A Crisis of Conscience Over Refugees in Israel
Saturday, August 25, 2007
CAIRO, Aug. 24 -- Israel's decision to close its doors to asylum-seekers from Darfur and all other non-Jewish refugees has Israelis and Jews around the world struggling with their distinct identities of Israel: a Jewish state with a Jewish people, or a state born from the Holocaust with a determination to challenge future genocides and succor their victims.
Israeli refugee groups said this week that they would challenge in court Israel's new policy of blocking Africans who enter the country from Egypt. International and Israeli rights groups maintain that returning the would-be refugees without assessing their claims for asylum violates international accords, including the 1951 U.N. Refugee Convention, as well as Israeli law and government commitments.
In its decision announced last weekend, Israel also said it would expel to Egypt all but 500 people from Darfur already in the Jewish state. Since 2003, an Arab militia linked to the Sudanese government has led a campaign of violence in the western region of Sudan that has left as many as 450,000 African villagers dead and displaced 2.5 million, rights groups say.
Turning back the Darfur refugees "is unconscionable by any standard," columnist Evelyn Gordon wrote in the Jerusalem Post.
The issue has posed a quandary for many of the groups heading efforts to stop the killing in Darfur. Jewish groups in the United States have taken a leading role in raising awareness about the killing and in urging the United States and other entities to take action against Sudan. The American Jewish World Service and the United States Holocaust Memorial Museum founded the Save Darfur Coalition, the biggest raiser of private funds for Darfur in the United States.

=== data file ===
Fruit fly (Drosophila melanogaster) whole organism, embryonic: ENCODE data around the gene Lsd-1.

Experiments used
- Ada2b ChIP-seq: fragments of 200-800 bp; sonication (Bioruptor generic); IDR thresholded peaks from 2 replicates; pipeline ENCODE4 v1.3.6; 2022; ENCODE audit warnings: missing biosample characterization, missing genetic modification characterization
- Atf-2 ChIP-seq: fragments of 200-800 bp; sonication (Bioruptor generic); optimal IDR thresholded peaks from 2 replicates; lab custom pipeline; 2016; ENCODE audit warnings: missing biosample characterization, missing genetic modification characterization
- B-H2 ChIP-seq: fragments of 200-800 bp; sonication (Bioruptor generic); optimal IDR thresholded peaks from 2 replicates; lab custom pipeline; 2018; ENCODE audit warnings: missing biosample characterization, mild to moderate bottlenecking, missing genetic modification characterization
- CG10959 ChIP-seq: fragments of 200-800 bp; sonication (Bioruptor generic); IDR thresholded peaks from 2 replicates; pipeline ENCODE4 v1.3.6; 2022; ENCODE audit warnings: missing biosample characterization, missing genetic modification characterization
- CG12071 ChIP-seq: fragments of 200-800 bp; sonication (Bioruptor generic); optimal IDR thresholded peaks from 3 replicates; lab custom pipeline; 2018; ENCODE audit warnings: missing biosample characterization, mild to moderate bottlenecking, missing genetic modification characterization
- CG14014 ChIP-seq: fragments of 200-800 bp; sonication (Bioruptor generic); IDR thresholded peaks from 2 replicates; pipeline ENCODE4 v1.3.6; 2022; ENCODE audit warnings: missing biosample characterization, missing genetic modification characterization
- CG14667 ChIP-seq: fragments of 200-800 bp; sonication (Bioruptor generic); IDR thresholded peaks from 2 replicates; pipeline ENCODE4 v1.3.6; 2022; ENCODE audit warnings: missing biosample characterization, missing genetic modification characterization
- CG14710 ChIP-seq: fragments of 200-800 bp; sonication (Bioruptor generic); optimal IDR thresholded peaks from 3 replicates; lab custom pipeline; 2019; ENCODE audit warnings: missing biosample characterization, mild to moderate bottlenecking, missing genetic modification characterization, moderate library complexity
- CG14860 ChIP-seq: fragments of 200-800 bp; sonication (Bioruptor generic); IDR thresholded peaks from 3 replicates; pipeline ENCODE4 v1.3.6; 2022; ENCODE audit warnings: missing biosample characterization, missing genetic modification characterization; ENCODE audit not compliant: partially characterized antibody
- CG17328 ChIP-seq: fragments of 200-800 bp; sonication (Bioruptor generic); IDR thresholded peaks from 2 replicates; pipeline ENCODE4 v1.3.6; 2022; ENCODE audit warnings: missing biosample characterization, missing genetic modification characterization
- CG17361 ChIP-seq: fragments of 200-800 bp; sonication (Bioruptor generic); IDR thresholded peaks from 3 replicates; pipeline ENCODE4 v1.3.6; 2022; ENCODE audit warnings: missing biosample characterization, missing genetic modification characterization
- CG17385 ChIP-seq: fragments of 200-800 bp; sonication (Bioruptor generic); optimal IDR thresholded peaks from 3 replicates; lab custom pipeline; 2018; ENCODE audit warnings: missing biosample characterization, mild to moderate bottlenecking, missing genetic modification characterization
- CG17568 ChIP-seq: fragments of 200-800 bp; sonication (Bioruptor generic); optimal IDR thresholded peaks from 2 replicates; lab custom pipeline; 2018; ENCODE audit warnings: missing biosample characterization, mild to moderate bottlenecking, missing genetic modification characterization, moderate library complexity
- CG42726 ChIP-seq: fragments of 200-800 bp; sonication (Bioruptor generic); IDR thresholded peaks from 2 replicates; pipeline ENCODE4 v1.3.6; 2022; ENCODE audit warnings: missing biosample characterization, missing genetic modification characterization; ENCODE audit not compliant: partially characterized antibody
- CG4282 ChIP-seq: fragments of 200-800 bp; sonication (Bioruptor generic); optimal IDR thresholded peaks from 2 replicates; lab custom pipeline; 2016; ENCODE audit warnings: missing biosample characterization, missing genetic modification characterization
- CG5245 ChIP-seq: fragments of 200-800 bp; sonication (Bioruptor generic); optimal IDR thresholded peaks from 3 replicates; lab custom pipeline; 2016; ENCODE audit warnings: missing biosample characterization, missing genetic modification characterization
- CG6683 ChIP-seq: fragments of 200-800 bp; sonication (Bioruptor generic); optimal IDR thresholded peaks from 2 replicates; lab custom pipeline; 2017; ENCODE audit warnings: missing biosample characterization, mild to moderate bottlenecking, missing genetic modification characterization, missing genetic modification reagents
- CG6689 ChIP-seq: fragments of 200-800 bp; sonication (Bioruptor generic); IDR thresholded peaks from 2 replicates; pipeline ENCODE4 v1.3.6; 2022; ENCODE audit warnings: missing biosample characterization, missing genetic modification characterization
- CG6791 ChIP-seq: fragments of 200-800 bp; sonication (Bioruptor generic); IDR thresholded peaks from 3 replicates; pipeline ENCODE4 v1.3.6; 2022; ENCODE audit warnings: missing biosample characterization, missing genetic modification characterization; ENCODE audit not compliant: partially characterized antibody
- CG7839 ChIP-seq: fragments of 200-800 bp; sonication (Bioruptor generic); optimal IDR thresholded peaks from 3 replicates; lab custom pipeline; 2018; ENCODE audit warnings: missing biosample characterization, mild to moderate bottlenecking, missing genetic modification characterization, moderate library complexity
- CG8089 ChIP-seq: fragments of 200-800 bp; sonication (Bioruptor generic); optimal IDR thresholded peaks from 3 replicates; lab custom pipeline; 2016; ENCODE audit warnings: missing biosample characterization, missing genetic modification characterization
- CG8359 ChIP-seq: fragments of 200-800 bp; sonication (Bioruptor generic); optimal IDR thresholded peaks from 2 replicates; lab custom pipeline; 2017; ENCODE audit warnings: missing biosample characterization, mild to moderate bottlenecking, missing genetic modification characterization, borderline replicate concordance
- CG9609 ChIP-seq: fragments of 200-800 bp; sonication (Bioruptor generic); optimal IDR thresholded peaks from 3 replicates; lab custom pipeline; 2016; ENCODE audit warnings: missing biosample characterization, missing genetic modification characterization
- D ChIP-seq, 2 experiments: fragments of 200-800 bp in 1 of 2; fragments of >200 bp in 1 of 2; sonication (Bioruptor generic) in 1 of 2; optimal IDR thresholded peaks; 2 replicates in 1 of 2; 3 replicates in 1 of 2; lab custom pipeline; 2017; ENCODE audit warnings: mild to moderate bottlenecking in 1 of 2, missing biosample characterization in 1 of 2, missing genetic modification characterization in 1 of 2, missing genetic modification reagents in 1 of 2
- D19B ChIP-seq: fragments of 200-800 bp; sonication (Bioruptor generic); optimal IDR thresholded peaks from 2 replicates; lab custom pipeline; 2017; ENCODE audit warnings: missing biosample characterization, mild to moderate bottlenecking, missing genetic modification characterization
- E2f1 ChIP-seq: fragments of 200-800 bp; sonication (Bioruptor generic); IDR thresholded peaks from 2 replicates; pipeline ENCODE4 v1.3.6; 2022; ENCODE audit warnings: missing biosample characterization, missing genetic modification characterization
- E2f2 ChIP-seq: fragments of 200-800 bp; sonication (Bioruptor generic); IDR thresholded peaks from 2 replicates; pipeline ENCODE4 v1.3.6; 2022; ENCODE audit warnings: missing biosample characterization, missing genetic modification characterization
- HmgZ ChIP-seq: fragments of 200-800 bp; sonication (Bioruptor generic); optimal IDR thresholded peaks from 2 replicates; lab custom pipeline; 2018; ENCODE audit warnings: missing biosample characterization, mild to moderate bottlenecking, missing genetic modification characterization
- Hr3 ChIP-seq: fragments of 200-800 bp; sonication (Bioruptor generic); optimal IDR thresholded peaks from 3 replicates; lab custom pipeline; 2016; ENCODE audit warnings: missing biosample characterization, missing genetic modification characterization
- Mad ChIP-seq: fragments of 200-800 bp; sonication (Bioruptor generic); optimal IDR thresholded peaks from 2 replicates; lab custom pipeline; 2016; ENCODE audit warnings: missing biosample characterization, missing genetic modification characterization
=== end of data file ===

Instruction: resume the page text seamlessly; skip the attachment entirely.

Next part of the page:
But international Jewish organizations that have spoken out against Sudan and against China, the United States and other governments for not doing more to help Darfur's people have remained silent on Israel's decision to shut its borders to the Darfur asylum-seekers or have defended the action.
"We don't have to solve every problem of the world," Efraim Zuroff, director of the Israel office of the Simon Wiesenthal Center, said by telephone. "This is creating all sorts of pressure on Israel which is really not justified.
"I'm 1,000 percent in favor of doing everything possible to stop the genocide," Zuroff said. But "Israel can't open the gates and turn this into a free-entry zone."
The Wiesenthal Center is promoting an Internet petition urging the U.N. Human Rights Council "to focus its attention away from resolutions bashing Israel and rather on what the U.N. itself has called the world's worst humanitarian crisis: Darfur."
"It's typical that too much of the response has been, 'Here's how I think Israel should have handled it, here's how Israel shouldn't handle it, here's why Israel should be criticized,' " said Ruth Messinger, president of the American Jewish World Service, a member of the executive committee of the Save Darfur Coalition. "Darfur . . . is a world problem."
Messinger said she and others would begin an advocacy campaign encouraging the United States to take in more Darfur refugees. Immigration records indicate that the United States accepted fewer than 2,000 refugees from all of Sudan last year.
For Israel's part, she said, the country had an obligation to follow the law regarding refugees but needed more assistance from the U.N. refugee agency to do so.